The phenomenal growth of Google and Facebook, as well as the hold these empires exert on our ability to pay attention, means that we are witnessing a real competitive assault on traditional media companies. In many cases, this assault turns into a catastrophe.
Many newspapers and weeklies have closed in recent years, changing the information landscape. In a single year, 2017 has shown how bad this sector is: founded in 1854, the Oldham Evening ChronicleNOTE - This link will open in a new tab. ceased its activities, resulting in the newspaper's ultimate closure and the loss of some fifty jobs. The digital pure-player GawkerNOTE - This link will open in a new tab. filed for bankruptcy protection because of a lawsuit. The Alaska Dispatch NewsNOTE - This link will open in a new tab. did the same, despite the skill and resources of its new owner. At the end of November, Cumulus MediaNOTE - This link will open in a new tab., which operates 446 radio stations in 90 markets with more than 3,500 employees, suffered the same fate.
Most surprising is that new digital media is also experiencing difficulties. Thus, it was recently learned that BuzzfeedNOTE - This link will open in a new tab., one of the market leaders on the Web, missed its revenue target by more than 20%, which has led the company to set aside its plan to go public. We see the same story at Vice Media, which is expected to announce results soon, and for Mashable, whose recent sale priceNOTE - This link will open in a new tab. of $50 million USD to Ziff Davis was well below its valuation of $250 million, calculated during its last round of investment in March 2016.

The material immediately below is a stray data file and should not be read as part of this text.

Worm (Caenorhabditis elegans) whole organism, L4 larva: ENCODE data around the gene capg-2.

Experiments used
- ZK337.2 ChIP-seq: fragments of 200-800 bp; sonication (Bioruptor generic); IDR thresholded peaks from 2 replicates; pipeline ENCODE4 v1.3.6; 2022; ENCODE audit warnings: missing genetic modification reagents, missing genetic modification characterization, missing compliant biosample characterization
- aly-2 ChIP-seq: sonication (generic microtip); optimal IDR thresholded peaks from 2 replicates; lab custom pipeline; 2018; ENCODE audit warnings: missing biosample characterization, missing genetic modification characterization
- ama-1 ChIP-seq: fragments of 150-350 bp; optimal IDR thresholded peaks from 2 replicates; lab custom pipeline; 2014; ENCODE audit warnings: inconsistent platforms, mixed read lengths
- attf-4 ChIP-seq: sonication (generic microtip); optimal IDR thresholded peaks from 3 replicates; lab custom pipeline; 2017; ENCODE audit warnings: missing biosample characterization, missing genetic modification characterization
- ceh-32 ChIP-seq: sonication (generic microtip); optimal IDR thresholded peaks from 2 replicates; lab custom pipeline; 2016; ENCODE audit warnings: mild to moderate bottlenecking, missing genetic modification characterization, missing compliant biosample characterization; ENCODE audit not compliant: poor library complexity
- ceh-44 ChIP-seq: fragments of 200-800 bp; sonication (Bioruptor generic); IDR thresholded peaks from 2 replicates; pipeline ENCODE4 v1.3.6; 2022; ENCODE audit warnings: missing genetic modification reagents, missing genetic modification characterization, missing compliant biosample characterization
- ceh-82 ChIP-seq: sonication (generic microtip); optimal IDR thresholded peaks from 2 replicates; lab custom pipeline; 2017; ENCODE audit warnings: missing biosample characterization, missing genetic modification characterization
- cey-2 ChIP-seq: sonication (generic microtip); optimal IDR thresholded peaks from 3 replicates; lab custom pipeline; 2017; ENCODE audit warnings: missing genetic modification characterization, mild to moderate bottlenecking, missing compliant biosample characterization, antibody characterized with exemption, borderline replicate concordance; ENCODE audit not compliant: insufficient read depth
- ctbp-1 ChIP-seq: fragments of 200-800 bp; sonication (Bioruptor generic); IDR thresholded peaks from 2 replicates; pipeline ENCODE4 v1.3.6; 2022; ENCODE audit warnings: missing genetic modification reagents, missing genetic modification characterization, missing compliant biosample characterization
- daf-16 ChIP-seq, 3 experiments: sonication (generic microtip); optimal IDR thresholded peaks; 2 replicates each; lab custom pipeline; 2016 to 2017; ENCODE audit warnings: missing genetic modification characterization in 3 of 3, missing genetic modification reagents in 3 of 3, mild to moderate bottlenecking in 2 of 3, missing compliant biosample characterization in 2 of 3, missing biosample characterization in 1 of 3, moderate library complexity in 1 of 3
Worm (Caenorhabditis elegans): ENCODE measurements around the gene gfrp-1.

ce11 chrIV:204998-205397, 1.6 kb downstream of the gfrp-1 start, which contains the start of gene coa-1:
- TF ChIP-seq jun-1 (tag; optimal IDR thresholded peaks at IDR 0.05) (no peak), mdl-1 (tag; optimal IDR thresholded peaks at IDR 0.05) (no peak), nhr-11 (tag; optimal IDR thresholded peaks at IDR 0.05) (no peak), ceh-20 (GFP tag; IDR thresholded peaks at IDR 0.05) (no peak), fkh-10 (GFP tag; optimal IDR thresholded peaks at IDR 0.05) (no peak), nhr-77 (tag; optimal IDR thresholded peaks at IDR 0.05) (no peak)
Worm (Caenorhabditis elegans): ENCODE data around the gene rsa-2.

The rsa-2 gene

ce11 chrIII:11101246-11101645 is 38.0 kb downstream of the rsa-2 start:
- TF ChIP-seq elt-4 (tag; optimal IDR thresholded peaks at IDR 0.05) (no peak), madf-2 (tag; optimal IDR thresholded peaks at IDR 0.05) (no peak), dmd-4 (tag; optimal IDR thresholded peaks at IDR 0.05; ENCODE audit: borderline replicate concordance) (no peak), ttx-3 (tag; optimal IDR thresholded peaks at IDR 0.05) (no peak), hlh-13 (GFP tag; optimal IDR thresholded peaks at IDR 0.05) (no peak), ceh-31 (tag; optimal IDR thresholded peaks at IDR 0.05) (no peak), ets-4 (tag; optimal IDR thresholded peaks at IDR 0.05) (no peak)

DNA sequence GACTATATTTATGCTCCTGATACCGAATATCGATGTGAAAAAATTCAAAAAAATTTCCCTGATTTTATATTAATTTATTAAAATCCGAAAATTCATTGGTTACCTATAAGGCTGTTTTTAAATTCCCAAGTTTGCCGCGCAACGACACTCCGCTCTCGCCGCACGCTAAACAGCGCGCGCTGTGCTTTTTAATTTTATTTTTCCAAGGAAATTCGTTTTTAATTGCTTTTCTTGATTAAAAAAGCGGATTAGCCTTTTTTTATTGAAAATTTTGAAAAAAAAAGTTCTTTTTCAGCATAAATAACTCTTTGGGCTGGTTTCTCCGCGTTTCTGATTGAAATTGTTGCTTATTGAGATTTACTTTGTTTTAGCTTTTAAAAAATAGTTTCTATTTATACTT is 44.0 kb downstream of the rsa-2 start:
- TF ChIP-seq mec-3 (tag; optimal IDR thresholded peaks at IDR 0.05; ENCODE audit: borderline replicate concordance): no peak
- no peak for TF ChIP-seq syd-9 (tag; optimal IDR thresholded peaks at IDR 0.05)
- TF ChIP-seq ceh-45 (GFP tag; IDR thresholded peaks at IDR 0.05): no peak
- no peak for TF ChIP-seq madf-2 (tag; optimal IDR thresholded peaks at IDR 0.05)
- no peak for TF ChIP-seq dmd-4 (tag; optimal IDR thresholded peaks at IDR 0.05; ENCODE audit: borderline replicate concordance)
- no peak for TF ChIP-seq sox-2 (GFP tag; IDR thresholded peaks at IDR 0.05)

Paradoxically, it is the more traditional companies that seem to be paving the way. The New York Times share price has appreciated 50% in the past year, surpassing $20 per share in October, and has since been hovering between $17 and $19. Digital revenueNOTE - This link will open in a new tab. growth and an increase in subscriptions put the New York giant in a good position. During the same period, Rupert Murdoch's News Corporation has increased in value by 40% to $16.54 USD per share.
Many people refer to Donald Trump's controversial presidency to explain this phenomenon: increased news media popularity for some, and an upsurge in infotainment platforms for others.
However this does not explain it all. After years of exploration and experimentation, is it possible that traditional platforms have finally unlocked the mystery of the digital world and found ways to turn this threat into a source of lasting value? Or, can one imagine that after the frenzy of tablets and onscreen-everything, consumers are returning to the safe values of traditional journalism?
The media industry is fascinating in many ways. Despite the tumult that places its historical players in competition with each other, it seems that traditional media is still in the race. And since many of them are listed on stock exchanges, they can be attractive investment opportunities. It is also in this way that the paper's revenge is taking place.